The field service sector may be driving new profits these days, but service technicians behind the wheel every day won’t be driving anywhere for long if — like the rest of society — they’re equally as prone to distracted driving.

Driver distractions, such as texting and using mobile navigation, cause 80 percent of crashes and 65 percent of near crashes, according to the National Highway Traffic Safety Administration. And field technicians should know the rules better than anyone. On the road for most of their working days, techs must understand that distracted driving can put them out of commission for more than a few hours, will ultimately reflect poorly on the company, and prove costly.

According to a 2009 NHTSA study (in conjunction with Virginia Tech Transportation), commercial service vehicles and trucks are more prone to the effects distracted driving; texting while operating a complicated maneuver in a service vehicle, for example, almost quadruples the chance of a crash or near-crash.

Here’s a brief refresher course on the most common driving distractions and how service managers and their field teams can significantly minimize risks by adopting a few some simple protocols:

1. Break the Text Habit Once and For All

Cell phone use adds risk to the already risky behavior of driving a service vehicle. Along with the texting risks, people behind the wheel of service vans who reach for cell phones on the road and use the dial pad to place calls are 5.9 and 6.7 times more likely to crash or get in a near-crash, respectively. True, mobile technology has aided techs in their ability to be proactive and engage with customers and dispatch, but service organizations need to clarify and enforce the limits. How? It starts with smart and clearly communicated policies about usage. Effective policies reward positive behavior — and don’t just warn about the punishments for violations. Some policies include incentives for drivers who have the best driving record each month. As Steve Teneriello at the Service Coach explains, incentive programs also help keep technicians engaged in the organization as a whole.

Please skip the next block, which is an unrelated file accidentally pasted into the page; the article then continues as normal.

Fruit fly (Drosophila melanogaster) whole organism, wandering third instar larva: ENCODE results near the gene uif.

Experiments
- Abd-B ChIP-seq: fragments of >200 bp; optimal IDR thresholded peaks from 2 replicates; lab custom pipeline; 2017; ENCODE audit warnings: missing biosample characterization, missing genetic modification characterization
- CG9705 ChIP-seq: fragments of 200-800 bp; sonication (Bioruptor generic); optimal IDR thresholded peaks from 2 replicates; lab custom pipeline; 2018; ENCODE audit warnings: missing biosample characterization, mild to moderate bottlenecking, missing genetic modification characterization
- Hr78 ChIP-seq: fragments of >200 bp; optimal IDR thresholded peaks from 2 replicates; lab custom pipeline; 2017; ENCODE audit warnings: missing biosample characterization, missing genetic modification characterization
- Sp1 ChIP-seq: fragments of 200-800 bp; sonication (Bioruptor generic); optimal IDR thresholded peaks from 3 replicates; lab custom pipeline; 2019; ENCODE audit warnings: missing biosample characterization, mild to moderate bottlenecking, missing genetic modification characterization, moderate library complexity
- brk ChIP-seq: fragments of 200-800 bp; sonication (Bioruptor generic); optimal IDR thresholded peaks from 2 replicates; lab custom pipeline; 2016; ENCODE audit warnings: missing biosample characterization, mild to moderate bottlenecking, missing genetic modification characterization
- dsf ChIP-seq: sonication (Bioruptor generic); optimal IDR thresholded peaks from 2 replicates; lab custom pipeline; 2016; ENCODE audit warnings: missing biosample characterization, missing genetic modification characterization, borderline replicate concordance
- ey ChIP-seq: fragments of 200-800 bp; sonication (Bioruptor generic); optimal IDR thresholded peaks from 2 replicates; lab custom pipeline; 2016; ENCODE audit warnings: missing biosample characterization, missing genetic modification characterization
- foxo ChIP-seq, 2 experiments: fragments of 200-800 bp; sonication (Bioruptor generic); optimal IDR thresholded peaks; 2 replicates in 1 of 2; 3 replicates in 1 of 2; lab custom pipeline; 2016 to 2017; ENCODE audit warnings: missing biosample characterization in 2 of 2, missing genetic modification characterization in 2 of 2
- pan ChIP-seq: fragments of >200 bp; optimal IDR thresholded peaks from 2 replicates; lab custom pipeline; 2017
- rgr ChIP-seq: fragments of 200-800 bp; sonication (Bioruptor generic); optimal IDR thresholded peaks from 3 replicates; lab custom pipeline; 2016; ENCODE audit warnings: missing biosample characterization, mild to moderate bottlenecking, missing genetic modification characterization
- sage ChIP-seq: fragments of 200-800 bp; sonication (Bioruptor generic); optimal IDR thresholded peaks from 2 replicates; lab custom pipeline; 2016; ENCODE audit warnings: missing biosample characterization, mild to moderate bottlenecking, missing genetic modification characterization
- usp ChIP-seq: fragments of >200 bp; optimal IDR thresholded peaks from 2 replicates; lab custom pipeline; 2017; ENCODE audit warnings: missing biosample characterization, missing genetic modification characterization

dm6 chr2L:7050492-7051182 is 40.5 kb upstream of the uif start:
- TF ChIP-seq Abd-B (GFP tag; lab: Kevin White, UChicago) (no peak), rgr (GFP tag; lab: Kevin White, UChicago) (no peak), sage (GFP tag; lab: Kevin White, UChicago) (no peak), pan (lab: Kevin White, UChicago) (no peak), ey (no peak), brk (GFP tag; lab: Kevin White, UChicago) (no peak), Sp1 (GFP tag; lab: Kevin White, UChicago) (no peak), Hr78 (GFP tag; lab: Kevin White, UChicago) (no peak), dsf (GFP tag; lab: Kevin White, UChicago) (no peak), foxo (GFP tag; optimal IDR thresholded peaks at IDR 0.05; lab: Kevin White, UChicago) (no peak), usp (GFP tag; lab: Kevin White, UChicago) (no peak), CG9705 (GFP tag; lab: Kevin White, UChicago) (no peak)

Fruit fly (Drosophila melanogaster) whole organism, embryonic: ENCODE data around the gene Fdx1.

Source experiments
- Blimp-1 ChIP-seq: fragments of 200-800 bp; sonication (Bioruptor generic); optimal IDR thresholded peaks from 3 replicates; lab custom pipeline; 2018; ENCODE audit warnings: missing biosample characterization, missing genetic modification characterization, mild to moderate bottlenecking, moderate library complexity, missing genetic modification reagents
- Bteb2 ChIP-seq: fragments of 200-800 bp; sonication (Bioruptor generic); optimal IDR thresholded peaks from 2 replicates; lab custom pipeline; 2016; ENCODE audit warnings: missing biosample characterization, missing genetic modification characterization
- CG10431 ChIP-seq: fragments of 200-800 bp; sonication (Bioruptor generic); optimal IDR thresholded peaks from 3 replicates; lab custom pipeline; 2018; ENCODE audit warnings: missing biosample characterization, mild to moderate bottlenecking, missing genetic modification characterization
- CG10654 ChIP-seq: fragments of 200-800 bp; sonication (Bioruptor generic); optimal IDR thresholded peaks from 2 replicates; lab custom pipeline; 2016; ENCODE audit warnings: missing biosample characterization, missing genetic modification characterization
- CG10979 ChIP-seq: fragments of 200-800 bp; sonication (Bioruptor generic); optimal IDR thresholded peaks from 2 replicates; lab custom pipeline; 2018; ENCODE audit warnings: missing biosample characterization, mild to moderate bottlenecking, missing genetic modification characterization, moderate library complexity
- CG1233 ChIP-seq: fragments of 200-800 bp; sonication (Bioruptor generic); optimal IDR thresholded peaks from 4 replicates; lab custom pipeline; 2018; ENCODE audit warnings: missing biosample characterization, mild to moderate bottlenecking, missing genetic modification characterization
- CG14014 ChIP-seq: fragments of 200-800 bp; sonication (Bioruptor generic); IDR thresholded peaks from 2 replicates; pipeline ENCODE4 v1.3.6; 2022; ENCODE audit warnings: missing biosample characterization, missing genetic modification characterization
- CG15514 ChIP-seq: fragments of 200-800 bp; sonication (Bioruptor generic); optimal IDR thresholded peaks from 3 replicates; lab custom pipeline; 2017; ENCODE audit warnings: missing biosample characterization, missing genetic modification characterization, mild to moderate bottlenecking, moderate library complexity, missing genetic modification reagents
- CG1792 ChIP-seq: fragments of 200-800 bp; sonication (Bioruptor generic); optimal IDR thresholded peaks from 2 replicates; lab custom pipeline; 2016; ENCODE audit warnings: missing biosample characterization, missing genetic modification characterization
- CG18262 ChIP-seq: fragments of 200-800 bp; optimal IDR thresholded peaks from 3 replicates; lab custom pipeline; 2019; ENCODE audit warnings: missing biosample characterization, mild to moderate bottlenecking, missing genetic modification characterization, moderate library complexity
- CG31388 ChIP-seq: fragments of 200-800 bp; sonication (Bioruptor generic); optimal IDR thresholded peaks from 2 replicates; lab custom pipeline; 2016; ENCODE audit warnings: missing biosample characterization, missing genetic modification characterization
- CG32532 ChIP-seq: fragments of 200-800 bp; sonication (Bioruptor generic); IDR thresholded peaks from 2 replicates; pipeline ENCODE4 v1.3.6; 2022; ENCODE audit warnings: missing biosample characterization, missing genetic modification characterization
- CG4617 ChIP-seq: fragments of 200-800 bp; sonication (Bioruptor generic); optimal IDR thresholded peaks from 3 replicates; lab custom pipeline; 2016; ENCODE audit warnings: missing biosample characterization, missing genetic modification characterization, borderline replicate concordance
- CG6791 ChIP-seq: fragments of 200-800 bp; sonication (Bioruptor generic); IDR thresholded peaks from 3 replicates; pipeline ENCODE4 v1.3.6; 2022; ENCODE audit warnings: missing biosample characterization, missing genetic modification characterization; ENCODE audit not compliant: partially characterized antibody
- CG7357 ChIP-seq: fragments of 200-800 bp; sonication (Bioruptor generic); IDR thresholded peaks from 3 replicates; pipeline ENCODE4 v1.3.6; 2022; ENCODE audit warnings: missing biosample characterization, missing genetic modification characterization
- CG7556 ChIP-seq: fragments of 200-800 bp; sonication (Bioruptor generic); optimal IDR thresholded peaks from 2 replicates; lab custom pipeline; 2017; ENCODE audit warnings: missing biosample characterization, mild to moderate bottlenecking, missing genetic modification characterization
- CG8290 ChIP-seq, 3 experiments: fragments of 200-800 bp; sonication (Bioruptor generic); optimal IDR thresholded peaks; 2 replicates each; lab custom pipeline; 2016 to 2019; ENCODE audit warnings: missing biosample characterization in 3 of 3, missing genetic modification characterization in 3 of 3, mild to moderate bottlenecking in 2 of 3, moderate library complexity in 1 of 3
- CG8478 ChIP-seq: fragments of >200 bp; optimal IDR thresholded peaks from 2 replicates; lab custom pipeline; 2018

2. Start Best Practices with Tablets

There’s no stopping the mass adoption into mobile technologies in field service — and companies still getting by on spreadsheets and paper won’t be in business for long. That said, the tablet boom can also become a boondoggle of new road hazards.

“Adding tablets to the mix has the potential of running [crash] numbers up, if users take their eyes off the road, or take their minds off driving,” writes Stephanie Blanchard at Mobile Enterprise, adding that some high-profile companies are hedging risks with proactive safety tactics. “Sprint and Aegis teamed up to create a mobile app that prevents browsing once a vehicle is moving. Motion Computing, which provides tablet PCs to utility and field service fleets, recently launched its In-Vehicle Computing Solution. The solution has built-in safety sensors that limit device use while a vehicle is in motion. If a passenger is present, however, the optional Swingaway will allow device use.”

3. Minimize In-Vehicle Paperwork

Ideally, service technicians should manage paperwork tasks before getting behind the wheel — or save it until they return to headquarters. Companies can also adopt digital programs that allow drivers to zap their paperwork back instantly.

4. Get Smart About Eating On the Go

Techs tend to eat between one service call and the next — often when they’re behind the wheel and on the clock. Managers should initiate a conversation around this practice and set a clear policy that suits the dispatch schedule, length of shifts, and other factors. In-vehicle smoking, while rarely permitted, can also be a dangerous hazard. A number of accidents occur because drivers drop their lights or take their eyes off of the road to light up or deal with falling ashes, according to the California Department of Motor Vehicles distracted driving fact sheet.

ABOUT Maeghan Ouimet

Maeghan joined Original9 with over 5 years of media experience — reporting and writing on business, culture and technology trends for Rolling Stone Australia, Boston Magazine, and Inc. Magazine. She is a self-admitted start-up geek and semi-avid Bikram yoga practitioner.